With the exception of falling off a log, nothing could be easier than booking a trip. All you need to do is send me an e-mail with a quick blurb to let me know when you would like to head out, and we can take it from there. If you can, please give me a few options on the date so that we can have a raincheck and a backup day built into the system.

Once we have set up a date, time and location for the trip to the river, the hard part is over with. As the day draws nearer, we will keep in touch by e-mail as conditions can vary and rivers which were fishable on Sunday, maybe up over the banks on Monday afternoon. Flexibility is the key and in southern Ontario we are lucky in that there is usually someplace which is safe to wade. I will also send you out a shot list, a very short list, of things you need to bring with you on your day out.

Two or three days before the day out, I will be in touch by phone and we will confirm the location and the start time. If the rivers are unsafe, we simply book another day.

Finally, on the day, you show up at the location and off we go. If you need gear I will have some extra stuff with me, just in case you forget something.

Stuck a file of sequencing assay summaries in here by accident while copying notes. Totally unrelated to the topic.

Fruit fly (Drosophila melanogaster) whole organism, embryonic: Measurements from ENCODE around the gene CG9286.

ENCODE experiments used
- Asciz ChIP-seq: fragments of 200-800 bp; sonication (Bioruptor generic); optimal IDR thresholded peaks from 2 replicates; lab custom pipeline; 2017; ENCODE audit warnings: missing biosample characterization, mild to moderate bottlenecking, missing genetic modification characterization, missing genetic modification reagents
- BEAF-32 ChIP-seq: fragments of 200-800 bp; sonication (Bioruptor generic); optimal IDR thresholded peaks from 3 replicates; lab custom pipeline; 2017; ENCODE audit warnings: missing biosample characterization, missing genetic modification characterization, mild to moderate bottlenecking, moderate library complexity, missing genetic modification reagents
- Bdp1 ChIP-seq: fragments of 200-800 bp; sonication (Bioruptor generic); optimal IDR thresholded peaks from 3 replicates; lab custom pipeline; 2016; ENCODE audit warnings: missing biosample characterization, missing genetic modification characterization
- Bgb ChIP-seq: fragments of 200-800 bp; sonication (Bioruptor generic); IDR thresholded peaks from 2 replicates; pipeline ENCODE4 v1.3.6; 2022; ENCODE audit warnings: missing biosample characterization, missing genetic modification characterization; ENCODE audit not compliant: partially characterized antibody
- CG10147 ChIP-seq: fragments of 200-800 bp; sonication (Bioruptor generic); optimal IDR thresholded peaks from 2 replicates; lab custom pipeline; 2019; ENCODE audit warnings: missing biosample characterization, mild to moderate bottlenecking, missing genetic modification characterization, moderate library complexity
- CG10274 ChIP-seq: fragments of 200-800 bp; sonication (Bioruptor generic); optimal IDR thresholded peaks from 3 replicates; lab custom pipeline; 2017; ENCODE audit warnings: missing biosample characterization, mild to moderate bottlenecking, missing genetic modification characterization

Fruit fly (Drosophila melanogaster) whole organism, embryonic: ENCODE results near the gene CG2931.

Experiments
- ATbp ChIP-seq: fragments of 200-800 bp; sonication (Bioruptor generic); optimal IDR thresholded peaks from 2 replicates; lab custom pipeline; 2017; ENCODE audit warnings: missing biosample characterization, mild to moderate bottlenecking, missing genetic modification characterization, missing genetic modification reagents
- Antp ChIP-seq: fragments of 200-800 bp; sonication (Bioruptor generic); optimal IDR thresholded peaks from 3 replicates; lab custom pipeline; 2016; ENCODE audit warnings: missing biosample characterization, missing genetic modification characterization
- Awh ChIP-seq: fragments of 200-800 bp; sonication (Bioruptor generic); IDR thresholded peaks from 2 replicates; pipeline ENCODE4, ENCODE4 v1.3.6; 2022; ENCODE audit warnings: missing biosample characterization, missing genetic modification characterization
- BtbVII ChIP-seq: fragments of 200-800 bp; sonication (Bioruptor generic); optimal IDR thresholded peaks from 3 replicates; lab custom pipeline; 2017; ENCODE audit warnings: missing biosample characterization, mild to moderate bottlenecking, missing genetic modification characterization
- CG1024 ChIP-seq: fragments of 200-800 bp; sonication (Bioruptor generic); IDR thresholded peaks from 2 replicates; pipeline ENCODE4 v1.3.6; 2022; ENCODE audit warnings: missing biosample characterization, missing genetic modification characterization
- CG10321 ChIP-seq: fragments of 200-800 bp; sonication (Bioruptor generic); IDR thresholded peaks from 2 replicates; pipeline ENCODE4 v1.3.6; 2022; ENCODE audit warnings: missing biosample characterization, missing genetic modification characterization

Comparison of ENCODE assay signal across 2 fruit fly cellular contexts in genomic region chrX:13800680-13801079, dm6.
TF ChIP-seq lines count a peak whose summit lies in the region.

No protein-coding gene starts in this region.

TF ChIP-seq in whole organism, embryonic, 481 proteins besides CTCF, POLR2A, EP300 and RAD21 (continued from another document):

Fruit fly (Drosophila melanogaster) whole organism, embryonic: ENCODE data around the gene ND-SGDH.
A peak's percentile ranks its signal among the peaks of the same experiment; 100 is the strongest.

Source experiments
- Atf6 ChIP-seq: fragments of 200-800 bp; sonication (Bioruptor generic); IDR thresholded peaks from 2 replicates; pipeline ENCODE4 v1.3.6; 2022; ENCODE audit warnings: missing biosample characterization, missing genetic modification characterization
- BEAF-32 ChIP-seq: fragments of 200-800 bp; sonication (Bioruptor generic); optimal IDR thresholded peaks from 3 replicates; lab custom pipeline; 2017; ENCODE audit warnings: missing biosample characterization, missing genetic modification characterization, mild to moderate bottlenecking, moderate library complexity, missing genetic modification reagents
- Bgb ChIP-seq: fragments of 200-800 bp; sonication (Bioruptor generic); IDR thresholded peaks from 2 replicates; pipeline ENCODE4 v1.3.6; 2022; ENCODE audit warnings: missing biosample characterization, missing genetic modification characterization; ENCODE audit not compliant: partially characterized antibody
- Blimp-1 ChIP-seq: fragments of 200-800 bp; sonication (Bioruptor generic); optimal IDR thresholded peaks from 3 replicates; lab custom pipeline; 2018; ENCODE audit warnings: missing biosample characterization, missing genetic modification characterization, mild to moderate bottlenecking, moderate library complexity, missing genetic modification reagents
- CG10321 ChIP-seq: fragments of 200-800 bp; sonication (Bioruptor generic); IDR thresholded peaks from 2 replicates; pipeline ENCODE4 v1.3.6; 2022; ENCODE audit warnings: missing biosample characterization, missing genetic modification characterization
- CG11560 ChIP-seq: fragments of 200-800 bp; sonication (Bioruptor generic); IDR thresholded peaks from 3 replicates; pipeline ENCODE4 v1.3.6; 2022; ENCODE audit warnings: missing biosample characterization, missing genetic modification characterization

You should also note that in general the first two weeks of the season are a pain in the butt to fish as there can be a plethora of anglers sloshing around in the river, and the weather can be a bit on the tricky side. So, unless you absolutely must, without question have to fish during the first two weeks of the season, if I were you, I would look at picking another time slot.

On the water
Most fishermen begin around 9:00 am and finish around 4:00 pm. If you need to start later and finish up later, or start earlier and finish earlier, we can do that.

Rates: $350 to $450 per person per day.

E-mail: To the Grand River

... "The six-foot, 295-pound Scotsman is one of Canada's premier guides." ...
Gigi Suhanic, The National Post.